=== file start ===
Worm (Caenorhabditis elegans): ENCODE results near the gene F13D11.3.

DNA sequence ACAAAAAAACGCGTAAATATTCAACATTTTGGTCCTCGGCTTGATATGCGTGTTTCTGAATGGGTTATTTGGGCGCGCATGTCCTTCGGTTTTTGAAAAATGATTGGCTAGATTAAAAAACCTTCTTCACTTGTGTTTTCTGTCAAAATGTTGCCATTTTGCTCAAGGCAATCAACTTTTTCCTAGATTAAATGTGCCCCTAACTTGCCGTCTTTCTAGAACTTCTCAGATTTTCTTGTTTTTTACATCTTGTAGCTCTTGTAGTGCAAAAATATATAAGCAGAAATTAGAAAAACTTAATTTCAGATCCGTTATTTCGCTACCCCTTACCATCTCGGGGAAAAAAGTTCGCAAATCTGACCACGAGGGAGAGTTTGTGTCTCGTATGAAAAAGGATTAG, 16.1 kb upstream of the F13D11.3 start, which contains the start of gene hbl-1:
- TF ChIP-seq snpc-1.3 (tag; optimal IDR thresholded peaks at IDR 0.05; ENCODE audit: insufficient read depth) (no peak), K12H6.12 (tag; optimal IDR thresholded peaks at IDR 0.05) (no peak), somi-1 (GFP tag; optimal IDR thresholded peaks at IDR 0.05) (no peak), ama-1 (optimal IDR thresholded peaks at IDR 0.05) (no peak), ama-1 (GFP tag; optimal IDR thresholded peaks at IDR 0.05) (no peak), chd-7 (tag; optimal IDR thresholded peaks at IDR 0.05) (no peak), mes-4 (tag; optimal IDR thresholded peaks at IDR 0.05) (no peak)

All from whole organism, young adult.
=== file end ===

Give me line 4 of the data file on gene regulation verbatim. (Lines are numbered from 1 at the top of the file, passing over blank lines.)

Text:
All from whole organism, young adult.